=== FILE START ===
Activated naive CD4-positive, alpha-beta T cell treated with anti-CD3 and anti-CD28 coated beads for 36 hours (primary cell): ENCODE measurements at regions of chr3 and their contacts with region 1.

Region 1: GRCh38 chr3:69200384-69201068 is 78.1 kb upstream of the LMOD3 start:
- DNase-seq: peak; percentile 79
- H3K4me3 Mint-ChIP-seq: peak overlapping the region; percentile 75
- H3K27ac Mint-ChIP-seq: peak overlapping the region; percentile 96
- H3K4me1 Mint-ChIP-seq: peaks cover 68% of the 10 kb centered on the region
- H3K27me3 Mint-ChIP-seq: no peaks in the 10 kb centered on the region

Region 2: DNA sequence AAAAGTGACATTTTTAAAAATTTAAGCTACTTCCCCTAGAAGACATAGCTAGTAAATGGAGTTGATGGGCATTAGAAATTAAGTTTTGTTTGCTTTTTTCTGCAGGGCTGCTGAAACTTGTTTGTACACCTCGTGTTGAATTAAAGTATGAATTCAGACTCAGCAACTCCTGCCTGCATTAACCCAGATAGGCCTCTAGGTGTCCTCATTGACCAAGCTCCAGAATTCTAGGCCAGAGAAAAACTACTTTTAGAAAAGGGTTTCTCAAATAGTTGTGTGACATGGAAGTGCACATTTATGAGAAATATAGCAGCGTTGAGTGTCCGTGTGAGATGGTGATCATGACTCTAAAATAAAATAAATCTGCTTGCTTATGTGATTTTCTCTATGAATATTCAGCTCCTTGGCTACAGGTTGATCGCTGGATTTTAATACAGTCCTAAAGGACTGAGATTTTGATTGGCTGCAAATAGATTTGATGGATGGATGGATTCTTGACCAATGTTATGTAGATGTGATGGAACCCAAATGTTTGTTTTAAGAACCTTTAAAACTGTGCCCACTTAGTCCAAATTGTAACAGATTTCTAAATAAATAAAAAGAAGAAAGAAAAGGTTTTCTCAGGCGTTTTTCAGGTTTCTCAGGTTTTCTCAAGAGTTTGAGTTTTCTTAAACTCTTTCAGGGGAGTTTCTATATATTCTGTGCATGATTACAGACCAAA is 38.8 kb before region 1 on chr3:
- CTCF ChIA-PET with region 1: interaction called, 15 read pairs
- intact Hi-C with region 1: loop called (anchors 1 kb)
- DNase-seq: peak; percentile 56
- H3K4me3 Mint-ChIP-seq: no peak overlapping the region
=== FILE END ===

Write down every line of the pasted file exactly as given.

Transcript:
Activated naive CD4-positive, alpha-beta T cell treated with anti-CD3 and anti-CD28 coated beads for 36 hours (primary cell): ENCODE measurements at regions of chr3 and their contacts with region 1.

Region 1: GRCh38 chr3:69200384-69201068 is 78.1 kb upstream of the LMOD3 start:
- DNase-seq: peak; percentile 79
- H3K4me3 Mint-ChIP-seq: peak overlapping the region; percentile 75
- H3K27ac Mint-ChIP-seq: peak overlapping the region; percentile 96
- H3K4me1 Mint-ChIP-seq: peaks cover 68% of the 10 kb centered on the region
- H3K27me3 Mint-ChIP-seq: no peaks in the 10 kb centered on the region

Region 2: DNA sequence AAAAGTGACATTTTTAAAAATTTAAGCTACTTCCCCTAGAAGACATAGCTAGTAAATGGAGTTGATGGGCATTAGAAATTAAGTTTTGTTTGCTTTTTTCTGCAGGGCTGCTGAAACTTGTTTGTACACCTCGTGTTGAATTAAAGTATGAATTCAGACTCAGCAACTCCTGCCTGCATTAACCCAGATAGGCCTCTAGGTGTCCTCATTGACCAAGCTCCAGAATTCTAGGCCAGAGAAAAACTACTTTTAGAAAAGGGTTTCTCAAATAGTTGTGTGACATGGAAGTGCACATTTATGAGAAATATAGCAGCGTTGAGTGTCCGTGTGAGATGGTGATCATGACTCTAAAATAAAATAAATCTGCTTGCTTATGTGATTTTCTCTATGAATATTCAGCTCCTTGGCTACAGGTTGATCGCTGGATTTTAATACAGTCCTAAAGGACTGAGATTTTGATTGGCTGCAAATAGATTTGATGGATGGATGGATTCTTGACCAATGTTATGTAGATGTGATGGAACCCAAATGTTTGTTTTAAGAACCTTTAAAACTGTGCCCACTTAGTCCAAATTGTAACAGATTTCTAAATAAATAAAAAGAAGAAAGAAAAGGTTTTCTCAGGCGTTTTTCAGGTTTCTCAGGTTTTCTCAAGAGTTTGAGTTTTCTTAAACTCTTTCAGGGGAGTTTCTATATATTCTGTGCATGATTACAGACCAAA is 38.8 kb before region 1 on chr3:
- CTCF ChIA-PET with region 1: interaction called, 15 read pairs
- intact Hi-C with region 1: loop called (anchors 1 kb)
- DNase-seq: peak; percentile 56
- H3K4me3 Mint-ChIP-seq: no peak overlapping the region